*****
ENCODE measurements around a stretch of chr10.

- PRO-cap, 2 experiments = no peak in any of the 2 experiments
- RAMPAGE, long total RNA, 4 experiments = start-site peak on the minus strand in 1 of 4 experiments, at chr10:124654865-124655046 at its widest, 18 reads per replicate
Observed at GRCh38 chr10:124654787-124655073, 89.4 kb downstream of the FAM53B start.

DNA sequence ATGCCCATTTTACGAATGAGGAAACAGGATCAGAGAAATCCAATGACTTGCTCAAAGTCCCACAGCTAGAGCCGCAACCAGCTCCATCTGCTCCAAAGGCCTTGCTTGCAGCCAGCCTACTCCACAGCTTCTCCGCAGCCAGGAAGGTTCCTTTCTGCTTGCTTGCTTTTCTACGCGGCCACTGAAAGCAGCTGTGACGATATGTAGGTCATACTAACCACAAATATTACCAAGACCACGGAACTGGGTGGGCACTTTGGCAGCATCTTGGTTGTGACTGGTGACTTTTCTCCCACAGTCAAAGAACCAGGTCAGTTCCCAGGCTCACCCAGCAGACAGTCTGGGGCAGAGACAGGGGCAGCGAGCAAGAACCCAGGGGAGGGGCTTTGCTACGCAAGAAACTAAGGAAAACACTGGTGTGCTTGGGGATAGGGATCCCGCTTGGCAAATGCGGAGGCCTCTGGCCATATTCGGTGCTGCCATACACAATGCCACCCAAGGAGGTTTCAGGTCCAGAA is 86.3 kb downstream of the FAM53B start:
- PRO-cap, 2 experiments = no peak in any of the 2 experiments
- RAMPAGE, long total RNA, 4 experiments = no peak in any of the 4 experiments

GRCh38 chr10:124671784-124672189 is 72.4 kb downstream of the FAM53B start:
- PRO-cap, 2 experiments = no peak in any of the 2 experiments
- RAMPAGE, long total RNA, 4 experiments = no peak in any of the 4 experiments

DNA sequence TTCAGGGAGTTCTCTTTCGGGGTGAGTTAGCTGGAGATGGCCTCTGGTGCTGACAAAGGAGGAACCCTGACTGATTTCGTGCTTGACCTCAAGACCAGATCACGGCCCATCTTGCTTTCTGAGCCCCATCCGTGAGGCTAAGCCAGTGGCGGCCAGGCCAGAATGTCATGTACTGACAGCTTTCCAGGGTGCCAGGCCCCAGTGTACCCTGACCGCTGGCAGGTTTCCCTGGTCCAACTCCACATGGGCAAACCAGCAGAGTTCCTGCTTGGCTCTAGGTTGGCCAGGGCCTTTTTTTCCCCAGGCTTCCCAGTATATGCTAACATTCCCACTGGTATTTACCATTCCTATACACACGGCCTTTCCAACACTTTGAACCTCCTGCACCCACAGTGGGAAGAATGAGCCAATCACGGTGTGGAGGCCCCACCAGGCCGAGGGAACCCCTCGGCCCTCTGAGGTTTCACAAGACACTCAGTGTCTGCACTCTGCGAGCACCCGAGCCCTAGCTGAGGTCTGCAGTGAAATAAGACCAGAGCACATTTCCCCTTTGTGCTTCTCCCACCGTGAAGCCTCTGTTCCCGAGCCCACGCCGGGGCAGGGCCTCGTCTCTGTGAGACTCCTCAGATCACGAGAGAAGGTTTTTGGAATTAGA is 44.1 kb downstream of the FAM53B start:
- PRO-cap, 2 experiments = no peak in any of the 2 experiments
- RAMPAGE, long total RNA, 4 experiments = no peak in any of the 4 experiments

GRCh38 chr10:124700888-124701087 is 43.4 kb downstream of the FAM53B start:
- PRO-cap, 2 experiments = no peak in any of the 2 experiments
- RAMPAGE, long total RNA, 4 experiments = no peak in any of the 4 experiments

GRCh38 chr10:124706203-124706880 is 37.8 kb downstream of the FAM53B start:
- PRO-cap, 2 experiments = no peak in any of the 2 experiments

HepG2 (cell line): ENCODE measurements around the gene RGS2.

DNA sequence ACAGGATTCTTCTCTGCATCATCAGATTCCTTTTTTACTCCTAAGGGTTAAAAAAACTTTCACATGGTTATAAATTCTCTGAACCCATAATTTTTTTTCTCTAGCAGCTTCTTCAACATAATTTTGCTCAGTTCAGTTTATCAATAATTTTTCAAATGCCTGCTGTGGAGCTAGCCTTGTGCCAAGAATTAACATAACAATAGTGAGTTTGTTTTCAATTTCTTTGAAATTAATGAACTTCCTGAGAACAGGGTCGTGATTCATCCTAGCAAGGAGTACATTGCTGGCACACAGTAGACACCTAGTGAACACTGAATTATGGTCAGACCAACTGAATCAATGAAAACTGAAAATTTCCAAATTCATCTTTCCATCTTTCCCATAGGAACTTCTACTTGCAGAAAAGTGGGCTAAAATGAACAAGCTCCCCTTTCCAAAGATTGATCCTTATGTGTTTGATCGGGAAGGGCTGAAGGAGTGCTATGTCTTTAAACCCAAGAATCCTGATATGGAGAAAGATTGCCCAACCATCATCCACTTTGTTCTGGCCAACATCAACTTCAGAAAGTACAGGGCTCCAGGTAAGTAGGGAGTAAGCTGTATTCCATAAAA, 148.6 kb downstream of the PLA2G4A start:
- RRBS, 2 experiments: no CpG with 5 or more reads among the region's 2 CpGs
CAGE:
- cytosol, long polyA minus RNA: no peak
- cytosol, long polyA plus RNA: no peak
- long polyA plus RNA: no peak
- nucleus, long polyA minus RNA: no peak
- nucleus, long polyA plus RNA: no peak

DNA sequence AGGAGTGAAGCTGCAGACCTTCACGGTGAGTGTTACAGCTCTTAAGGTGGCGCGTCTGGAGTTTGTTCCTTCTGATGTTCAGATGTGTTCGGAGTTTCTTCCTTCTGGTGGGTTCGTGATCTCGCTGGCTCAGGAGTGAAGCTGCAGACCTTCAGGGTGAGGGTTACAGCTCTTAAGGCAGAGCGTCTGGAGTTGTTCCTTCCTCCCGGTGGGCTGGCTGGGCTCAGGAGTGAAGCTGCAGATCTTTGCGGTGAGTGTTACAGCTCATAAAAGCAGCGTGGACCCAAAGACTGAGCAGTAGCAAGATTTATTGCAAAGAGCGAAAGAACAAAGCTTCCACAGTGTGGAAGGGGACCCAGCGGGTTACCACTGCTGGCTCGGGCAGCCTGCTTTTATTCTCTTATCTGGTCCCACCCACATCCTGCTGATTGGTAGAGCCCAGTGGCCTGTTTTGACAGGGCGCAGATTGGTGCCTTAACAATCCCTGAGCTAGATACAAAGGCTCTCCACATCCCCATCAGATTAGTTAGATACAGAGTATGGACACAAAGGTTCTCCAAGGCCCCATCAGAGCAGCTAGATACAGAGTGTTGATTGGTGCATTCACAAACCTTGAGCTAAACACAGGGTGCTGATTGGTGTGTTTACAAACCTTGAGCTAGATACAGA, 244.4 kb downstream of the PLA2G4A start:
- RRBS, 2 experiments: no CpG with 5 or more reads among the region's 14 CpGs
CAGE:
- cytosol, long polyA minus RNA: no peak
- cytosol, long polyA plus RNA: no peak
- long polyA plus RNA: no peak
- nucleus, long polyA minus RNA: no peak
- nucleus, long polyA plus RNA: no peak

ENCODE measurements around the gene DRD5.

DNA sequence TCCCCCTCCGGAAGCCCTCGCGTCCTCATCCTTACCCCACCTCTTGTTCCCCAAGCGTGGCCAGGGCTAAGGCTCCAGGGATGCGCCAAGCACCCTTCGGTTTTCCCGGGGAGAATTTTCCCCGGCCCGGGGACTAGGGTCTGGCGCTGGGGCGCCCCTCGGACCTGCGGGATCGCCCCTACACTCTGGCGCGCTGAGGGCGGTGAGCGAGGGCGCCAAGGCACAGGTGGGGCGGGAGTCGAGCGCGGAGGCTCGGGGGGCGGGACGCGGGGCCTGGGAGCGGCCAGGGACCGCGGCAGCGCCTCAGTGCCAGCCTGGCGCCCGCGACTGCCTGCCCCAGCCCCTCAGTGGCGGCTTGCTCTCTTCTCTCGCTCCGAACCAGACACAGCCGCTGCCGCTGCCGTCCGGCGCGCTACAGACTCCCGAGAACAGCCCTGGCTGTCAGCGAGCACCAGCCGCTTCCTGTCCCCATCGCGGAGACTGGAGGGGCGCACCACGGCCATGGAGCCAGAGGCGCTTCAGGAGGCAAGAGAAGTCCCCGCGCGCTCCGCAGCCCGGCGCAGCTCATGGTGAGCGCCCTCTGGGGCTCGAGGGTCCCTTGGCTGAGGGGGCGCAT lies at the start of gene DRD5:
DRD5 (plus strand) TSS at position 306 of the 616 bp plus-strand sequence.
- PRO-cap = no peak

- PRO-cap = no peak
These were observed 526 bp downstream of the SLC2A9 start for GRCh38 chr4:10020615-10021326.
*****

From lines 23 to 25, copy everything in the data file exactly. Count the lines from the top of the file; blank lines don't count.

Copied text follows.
- cytosol, long polyA minus RNA: no peak
- cytosol, long polyA plus RNA: no peak
- long polyA plus RNA: no peak